In 1770 Scottish sexologist James Graham moved to America and offered the “celestial bed,” a 12-foot “wonder-working edifice” in which “everything is done to assist the ethereal, magnetic, musical and electric influences, and to make the lady look as lovely as possible in the eyes of her husband and he, in hers”:
“On the utmost summit of the dome are placed two exquisite figures of Cupid and Psyche, with a figure of Hymen behind, with his torch flaming with electrical fire in one hand and with the other, supporting a celestial crown, sparkling over a pair of living turtle doves, on a little bed of roses.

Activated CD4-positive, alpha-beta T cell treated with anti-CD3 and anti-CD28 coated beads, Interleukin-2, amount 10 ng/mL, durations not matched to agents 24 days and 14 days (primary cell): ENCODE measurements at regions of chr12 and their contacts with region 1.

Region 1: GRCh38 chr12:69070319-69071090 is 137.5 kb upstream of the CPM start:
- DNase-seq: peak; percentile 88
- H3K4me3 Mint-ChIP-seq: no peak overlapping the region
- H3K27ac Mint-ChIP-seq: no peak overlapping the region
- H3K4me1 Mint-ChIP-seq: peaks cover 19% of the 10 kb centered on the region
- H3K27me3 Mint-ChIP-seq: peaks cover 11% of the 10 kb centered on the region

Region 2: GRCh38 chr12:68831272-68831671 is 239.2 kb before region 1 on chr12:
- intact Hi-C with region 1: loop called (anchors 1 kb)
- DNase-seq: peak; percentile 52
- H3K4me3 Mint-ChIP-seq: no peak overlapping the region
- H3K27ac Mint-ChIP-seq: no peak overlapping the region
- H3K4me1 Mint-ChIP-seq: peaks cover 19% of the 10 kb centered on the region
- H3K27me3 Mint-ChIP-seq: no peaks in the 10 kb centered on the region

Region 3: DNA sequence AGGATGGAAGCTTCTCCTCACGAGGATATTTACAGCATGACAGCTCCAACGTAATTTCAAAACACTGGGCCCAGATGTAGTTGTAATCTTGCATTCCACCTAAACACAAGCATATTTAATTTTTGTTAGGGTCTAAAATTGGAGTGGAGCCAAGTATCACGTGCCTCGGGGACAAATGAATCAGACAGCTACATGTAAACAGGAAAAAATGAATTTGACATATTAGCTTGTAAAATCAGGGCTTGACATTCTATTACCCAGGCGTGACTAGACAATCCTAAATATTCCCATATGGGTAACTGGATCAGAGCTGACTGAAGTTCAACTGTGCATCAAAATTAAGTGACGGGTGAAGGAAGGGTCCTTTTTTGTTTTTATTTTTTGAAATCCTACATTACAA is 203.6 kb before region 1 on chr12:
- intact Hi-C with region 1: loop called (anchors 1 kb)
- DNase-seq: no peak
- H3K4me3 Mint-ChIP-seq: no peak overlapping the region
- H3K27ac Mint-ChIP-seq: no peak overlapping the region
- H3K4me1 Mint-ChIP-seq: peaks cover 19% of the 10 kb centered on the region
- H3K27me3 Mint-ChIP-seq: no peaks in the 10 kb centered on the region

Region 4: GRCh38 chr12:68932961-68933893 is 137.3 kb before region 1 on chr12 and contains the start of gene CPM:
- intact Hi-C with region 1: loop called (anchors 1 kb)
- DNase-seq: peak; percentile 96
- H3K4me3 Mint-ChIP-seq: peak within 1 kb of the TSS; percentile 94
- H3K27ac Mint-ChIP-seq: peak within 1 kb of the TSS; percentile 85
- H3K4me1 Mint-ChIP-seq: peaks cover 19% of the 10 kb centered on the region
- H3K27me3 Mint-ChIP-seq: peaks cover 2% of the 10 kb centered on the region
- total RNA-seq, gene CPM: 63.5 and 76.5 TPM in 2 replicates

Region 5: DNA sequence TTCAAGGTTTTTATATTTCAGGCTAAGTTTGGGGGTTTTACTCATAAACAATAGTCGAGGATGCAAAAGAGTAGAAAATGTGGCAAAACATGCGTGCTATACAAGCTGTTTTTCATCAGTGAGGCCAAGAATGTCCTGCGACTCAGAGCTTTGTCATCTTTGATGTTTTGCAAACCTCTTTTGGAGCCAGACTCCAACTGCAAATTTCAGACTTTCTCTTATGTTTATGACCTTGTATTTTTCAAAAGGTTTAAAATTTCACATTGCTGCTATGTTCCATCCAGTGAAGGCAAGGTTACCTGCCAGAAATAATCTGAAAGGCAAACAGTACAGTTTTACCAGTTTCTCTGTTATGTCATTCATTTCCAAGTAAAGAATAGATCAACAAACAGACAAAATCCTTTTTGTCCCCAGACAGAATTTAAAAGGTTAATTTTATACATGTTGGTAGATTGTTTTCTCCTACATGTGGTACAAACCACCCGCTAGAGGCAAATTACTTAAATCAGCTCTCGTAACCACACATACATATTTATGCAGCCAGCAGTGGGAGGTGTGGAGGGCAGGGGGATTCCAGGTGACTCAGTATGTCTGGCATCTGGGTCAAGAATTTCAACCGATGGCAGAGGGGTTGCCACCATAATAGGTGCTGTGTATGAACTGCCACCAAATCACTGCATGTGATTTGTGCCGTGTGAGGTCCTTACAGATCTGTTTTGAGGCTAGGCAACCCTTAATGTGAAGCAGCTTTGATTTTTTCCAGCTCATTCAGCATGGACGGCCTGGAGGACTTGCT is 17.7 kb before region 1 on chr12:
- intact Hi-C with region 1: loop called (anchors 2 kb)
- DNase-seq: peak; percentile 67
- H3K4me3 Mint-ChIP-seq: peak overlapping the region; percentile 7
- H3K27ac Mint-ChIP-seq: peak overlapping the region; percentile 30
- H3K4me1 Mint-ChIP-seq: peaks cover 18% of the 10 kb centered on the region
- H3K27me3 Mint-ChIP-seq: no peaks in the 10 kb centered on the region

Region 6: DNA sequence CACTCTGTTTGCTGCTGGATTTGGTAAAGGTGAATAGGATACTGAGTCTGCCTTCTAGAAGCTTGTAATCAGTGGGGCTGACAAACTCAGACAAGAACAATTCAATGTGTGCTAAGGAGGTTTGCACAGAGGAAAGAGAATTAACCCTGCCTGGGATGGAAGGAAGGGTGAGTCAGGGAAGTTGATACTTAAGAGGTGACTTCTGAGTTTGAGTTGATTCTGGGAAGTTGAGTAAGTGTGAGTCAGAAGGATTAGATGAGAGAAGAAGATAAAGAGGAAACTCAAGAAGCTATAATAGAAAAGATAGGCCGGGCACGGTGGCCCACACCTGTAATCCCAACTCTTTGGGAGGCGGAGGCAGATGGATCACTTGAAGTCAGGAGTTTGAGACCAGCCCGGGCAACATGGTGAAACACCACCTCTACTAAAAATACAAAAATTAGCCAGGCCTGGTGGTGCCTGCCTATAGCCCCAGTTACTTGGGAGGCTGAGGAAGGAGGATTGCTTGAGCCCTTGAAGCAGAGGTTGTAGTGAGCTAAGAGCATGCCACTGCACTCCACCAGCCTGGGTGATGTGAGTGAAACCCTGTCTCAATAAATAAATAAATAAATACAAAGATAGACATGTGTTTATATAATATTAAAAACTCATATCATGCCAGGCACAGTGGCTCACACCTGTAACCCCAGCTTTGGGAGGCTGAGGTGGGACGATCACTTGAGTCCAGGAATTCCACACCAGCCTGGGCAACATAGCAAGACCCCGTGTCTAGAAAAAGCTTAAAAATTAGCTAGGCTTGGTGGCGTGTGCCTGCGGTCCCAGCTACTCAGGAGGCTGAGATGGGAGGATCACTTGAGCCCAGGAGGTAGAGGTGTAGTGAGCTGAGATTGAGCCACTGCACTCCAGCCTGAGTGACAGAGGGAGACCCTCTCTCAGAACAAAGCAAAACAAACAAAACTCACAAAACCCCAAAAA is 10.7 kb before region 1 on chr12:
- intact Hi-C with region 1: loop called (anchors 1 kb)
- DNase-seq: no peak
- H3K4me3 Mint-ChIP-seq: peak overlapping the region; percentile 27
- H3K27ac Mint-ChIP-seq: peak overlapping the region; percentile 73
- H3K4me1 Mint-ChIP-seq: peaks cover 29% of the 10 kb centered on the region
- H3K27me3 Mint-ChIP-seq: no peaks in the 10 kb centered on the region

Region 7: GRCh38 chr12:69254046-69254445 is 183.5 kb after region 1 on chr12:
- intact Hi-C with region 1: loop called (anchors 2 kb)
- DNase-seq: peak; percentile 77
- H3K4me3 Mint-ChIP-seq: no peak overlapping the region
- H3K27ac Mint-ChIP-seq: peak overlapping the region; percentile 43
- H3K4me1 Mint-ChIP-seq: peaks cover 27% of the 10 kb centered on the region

“The other elegant group of figures which sport on the top of the dome, having each of them musical instruments in their hands, which by the most expensive mechanism, breathe forth sound corresponding to their instruments, flutes, guitars, violins, clarinets, trumpets, horns, oboes, kettle drums, etc.
“At the head of the bed appears sparkling with electrical fire a great first commandment: ‘BE FRUITFUL, MULTIPLY AND REPLENISH THE EARTH’. Under that is an elegant sweet-toned organ in front of which is a fine landscape of moving figures, priest and bride’s procession entering the Temple of Hymen.”
For 50 guineas a childless couple could occupy the bed for one night; it would “infallibly produce a genial and happy issue.”
He quickly ran out of money, sold most of his belongings, and decamped back to Edinburgh.
(From Roy Porter, Health for Sale: Quackery in England, 1660-1850, 1989.)